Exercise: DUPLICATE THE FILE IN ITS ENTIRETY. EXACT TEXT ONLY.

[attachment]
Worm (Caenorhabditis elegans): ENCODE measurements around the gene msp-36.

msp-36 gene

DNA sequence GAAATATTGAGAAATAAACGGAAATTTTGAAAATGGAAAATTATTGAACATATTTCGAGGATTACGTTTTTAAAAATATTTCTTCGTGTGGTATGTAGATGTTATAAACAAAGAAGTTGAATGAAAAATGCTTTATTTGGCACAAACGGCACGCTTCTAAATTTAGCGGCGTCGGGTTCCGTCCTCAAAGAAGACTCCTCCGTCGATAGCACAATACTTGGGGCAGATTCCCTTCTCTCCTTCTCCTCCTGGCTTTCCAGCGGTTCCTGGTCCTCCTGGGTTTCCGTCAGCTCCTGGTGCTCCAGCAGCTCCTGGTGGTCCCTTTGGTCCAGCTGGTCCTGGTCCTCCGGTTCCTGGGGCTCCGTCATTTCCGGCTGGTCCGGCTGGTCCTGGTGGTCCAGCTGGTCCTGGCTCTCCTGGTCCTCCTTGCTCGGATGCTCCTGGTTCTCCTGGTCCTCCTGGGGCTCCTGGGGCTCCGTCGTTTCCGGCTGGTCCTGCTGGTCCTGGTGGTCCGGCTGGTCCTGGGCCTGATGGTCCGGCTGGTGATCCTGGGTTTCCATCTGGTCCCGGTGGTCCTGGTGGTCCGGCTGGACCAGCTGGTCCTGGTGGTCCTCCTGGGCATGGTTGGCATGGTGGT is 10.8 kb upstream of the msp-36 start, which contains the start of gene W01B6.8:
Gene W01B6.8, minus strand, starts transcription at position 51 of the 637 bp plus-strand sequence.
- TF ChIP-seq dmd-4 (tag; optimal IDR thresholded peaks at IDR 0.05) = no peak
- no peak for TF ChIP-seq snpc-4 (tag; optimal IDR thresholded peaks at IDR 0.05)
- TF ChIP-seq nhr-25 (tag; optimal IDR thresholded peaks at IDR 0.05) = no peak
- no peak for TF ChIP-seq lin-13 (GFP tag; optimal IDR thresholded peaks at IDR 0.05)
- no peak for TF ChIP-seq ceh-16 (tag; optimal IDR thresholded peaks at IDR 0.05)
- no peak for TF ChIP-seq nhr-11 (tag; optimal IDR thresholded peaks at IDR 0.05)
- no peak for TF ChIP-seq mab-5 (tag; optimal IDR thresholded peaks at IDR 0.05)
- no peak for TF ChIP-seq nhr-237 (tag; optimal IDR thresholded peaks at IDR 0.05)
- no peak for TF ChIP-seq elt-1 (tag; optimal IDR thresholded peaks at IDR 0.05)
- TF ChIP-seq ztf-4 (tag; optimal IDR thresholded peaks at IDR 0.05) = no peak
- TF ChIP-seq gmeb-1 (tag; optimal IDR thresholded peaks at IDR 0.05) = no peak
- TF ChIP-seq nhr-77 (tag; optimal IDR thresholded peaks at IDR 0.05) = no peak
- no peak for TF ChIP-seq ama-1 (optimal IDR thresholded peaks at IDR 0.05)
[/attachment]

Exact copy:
Worm (Caenorhabditis elegans): ENCODE measurements around the gene msp-36.

msp-36 gene

DNA sequence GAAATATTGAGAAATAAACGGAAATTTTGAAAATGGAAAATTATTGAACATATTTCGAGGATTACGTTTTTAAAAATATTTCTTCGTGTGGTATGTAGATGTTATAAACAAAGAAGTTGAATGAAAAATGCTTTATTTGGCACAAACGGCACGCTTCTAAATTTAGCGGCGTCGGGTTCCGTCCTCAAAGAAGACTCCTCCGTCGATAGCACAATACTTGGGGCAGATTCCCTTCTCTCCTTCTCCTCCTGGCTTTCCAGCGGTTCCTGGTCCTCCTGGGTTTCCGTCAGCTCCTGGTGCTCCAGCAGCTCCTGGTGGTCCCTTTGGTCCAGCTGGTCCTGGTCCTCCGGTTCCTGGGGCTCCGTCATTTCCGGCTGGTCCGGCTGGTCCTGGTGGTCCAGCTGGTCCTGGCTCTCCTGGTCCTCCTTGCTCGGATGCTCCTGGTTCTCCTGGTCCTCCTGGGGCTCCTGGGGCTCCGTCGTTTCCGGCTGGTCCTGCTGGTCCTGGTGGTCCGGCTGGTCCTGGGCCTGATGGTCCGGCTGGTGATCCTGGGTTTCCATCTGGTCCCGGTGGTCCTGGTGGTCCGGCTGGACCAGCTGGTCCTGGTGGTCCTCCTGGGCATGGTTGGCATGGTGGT is 10.8 kb upstream of the msp-36 start, which contains the start of gene W01B6.8:
Gene W01B6.8, minus strand, starts transcription at position 51 of the 637 bp plus-strand sequence.
- TF ChIP-seq dmd-4 (tag; optimal IDR thresholded peaks at IDR 0.05) = no peak
- no peak for TF ChIP-seq snpc-4 (tag; optimal IDR thresholded peaks at IDR 0.05)
- TF ChIP-seq nhr-25 (tag; optimal IDR thresholded peaks at IDR 0.05) = no peak
- no peak for TF ChIP-seq lin-13 (GFP tag; optimal IDR thresholded peaks at IDR 0.05)
- no peak for TF ChIP-seq ceh-16 (tag; optimal IDR thresholded peaks at IDR 0.05)
- no peak for TF ChIP-seq nhr-11 (tag; optimal IDR thresholded peaks at IDR 0.05)
- no peak for TF ChIP-seq mab-5 (tag; optimal IDR thresholded peaks at IDR 0.05)
- no peak for TF ChIP-seq nhr-237 (tag; optimal IDR thresholded peaks at IDR 0.05)
- no peak for TF ChIP-seq elt-1 (tag; optimal IDR thresholded peaks at IDR 0.05)
- TF ChIP-seq ztf-4 (tag; optimal IDR thresholded peaks at IDR 0.05) = no peak
- TF ChIP-seq gmeb-1 (tag; optimal IDR thresholded peaks at IDR 0.05) = no peak
- TF ChIP-seq nhr-77 (tag; optimal IDR thresholded peaks at IDR 0.05) = no peak
- no peak for TF ChIP-seq ama-1 (optimal IDR thresholded peaks at IDR 0.05)